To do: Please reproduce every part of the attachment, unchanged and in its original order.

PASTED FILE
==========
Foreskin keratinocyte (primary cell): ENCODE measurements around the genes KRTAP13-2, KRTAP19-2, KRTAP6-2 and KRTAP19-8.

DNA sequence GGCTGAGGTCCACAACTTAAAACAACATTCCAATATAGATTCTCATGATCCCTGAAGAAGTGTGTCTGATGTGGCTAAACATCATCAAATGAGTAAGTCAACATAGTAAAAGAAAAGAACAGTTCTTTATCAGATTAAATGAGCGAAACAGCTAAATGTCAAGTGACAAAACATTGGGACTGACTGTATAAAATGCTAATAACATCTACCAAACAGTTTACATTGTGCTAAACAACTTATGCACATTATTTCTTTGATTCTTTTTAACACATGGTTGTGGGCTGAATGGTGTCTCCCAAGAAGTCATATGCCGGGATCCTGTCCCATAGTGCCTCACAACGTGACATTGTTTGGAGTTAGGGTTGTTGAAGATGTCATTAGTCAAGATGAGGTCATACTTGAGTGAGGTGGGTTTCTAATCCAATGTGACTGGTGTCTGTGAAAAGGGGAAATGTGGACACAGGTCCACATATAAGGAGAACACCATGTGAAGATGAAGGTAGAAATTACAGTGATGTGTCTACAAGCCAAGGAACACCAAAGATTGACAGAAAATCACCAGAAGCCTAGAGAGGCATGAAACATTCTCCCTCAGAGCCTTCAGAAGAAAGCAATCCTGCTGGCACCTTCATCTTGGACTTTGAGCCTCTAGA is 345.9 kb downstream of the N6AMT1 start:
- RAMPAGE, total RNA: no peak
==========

Foreskin keratinocyte (primary cell): ENCODE measurements around the genes KRTAP13-2, KRTAP19-2, KRTAP6-2 and KRTAP19-8.

DNA sequence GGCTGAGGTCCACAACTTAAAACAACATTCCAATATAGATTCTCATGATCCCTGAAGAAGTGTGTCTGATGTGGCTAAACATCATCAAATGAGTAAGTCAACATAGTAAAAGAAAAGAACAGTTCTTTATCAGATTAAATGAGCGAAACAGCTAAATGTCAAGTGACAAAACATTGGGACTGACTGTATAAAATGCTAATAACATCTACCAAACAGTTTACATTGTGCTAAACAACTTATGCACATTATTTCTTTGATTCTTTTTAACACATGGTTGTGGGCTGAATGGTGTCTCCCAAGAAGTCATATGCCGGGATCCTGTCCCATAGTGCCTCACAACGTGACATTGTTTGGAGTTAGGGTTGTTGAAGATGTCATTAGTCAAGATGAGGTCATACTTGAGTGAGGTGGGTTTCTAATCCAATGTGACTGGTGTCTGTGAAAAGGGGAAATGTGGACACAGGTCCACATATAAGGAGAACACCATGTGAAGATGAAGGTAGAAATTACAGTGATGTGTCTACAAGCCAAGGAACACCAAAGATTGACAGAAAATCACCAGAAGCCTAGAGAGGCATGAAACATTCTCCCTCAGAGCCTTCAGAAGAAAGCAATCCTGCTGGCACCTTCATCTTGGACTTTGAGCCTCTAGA is 345.9 kb downstream of the N6AMT1 start:
- RAMPAGE, total RNA: no peak